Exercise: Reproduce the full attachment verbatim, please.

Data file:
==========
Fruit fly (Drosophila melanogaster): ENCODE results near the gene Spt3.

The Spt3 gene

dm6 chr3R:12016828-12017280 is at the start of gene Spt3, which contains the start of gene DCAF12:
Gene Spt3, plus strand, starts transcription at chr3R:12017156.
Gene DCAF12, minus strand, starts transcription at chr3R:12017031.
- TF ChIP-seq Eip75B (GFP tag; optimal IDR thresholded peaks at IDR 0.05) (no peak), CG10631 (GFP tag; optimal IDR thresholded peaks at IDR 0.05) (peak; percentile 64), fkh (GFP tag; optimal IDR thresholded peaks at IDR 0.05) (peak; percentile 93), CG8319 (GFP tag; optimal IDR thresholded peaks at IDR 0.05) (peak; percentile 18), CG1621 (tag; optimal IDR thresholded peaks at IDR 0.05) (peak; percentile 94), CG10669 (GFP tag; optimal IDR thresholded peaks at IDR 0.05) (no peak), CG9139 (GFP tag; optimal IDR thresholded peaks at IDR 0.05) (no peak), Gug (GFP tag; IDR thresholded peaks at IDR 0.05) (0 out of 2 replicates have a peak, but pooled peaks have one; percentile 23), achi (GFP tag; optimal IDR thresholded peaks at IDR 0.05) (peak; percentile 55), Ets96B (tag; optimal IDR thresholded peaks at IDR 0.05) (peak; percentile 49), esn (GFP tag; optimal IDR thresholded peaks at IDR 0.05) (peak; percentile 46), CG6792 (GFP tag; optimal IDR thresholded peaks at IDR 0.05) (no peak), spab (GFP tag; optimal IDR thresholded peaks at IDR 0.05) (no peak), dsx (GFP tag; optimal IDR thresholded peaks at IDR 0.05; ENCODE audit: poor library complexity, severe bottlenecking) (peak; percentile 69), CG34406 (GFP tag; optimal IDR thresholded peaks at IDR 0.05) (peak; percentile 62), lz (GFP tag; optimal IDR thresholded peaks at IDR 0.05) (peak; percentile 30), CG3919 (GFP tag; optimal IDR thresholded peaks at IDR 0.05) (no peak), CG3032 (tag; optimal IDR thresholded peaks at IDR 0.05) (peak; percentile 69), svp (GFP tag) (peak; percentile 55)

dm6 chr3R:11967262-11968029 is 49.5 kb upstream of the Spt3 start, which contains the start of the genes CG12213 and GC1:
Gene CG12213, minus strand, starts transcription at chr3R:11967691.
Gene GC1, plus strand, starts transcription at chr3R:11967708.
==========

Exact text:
Fruit fly (Drosophila melanogaster): ENCODE results near the gene Spt3.

The Spt3 gene

dm6 chr3R:12016828-12017280 is at the start of gene Spt3, which contains the start of gene DCAF12:
Gene Spt3, plus strand, starts transcription at chr3R:12017156.
Gene DCAF12, minus strand, starts transcription at chr3R:12017031.
- TF ChIP-seq Eip75B (GFP tag; optimal IDR thresholded peaks at IDR 0.05) (no peak), CG10631 (GFP tag; optimal IDR thresholded peaks at IDR 0.05) (peak; percentile 64), fkh (GFP tag; optimal IDR thresholded peaks at IDR 0.05) (peak; percentile 93), CG8319 (GFP tag; optimal IDR thresholded peaks at IDR 0.05) (peak; percentile 18), CG1621 (tag; optimal IDR thresholded peaks at IDR 0.05) (peak; percentile 94), CG10669 (GFP tag; optimal IDR thresholded peaks at IDR 0.05) (no peak), CG9139 (GFP tag; optimal IDR thresholded peaks at IDR 0.05) (no peak), Gug (GFP tag; IDR thresholded peaks at IDR 0.05) (0 out of 2 replicates have a peak, but pooled peaks have one; percentile 23), achi (GFP tag; optimal IDR thresholded peaks at IDR 0.05) (peak; percentile 55), Ets96B (tag; optimal IDR thresholded peaks at IDR 0.05) (peak; percentile 49), esn (GFP tag; optimal IDR thresholded peaks at IDR 0.05) (peak; percentile 46), CG6792 (GFP tag; optimal IDR thresholded peaks at IDR 0.05) (no peak), spab (GFP tag; optimal IDR thresholded peaks at IDR 0.05) (no peak), dsx (GFP tag; optimal IDR thresholded peaks at IDR 0.05; ENCODE audit: poor library complexity, severe bottlenecking) (peak; percentile 69), CG34406 (GFP tag; optimal IDR thresholded peaks at IDR 0.05) (peak; percentile 62), lz (GFP tag; optimal IDR thresholded peaks at IDR 0.05) (peak; percentile 30), CG3919 (GFP tag; optimal IDR thresholded peaks at IDR 0.05) (no peak), CG3032 (tag; optimal IDR thresholded peaks at IDR 0.05) (peak; percentile 69), svp (GFP tag) (peak; percentile 55)

dm6 chr3R:11967262-11968029 is 49.5 kb upstream of the Spt3 start, which contains the start of the genes CG12213 and GC1:
Gene CG12213, minus strand, starts transcription at chr3R:11967691.
Gene GC1, plus strand, starts transcription at chr3R:11967708.